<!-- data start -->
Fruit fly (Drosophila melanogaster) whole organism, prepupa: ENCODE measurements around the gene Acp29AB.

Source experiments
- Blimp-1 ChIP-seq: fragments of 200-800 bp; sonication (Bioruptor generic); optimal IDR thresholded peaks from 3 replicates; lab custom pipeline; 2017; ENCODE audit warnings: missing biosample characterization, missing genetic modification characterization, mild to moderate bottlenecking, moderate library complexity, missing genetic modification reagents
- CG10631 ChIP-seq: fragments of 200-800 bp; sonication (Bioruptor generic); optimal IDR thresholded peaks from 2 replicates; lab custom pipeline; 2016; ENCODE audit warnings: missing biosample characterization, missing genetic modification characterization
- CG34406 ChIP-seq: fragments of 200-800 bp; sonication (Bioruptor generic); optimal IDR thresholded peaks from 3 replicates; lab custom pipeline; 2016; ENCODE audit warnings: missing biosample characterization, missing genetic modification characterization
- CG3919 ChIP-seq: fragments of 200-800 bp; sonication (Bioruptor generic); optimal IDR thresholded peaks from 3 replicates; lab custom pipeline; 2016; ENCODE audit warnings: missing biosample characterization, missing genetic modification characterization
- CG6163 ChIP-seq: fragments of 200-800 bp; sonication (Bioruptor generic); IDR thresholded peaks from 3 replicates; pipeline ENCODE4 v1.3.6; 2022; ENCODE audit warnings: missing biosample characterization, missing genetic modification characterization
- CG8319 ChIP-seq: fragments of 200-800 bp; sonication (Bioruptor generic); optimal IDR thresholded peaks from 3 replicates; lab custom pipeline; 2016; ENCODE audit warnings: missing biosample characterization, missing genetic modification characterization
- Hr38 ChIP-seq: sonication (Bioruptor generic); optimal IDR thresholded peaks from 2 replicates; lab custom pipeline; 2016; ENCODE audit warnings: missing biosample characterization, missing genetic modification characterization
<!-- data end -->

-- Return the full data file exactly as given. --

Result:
Fruit fly (Drosophila melanogaster) whole organism, prepupa: ENCODE measurements around the gene Acp29AB.

Source experiments
- Blimp-1 ChIP-seq: fragments of 200-800 bp; sonication (Bioruptor generic); optimal IDR thresholded peaks from 3 replicates; lab custom pipeline; 2017; ENCODE audit warnings: missing biosample characterization, missing genetic modification characterization, mild to moderate bottlenecking, moderate library complexity, missing genetic modification reagents
- CG10631 ChIP-seq: fragments of 200-800 bp; sonication (Bioruptor generic); optimal IDR thresholded peaks from 2 replicates; lab custom pipeline; 2016; ENCODE audit warnings: missing biosample characterization, missing genetic modification characterization
- CG34406 ChIP-seq: fragments of 200-800 bp; sonication (Bioruptor generic); optimal IDR thresholded peaks from 3 replicates; lab custom pipeline; 2016; ENCODE audit warnings: missing biosample characterization, missing genetic modification characterization
- CG3919 ChIP-seq: fragments of 200-800 bp; sonication (Bioruptor generic); optimal IDR thresholded peaks from 3 replicates; lab custom pipeline; 2016; ENCODE audit warnings: missing biosample characterization, missing genetic modification characterization
- CG6163 ChIP-seq: fragments of 200-800 bp; sonication (Bioruptor generic); IDR thresholded peaks from 3 replicates; pipeline ENCODE4 v1.3.6; 2022; ENCODE audit warnings: missing biosample characterization, missing genetic modification characterization
- CG8319 ChIP-seq: fragments of 200-800 bp; sonication (Bioruptor generic); optimal IDR thresholded peaks from 3 replicates; lab custom pipeline; 2016; ENCODE audit warnings: missing biosample characterization, missing genetic modification characterization
- Hr38 ChIP-seq: sonication (Bioruptor generic); optimal IDR thresholded peaks from 2 replicates; lab custom pipeline; 2016; ENCODE audit warnings: missing biosample characterization, missing genetic modification characterization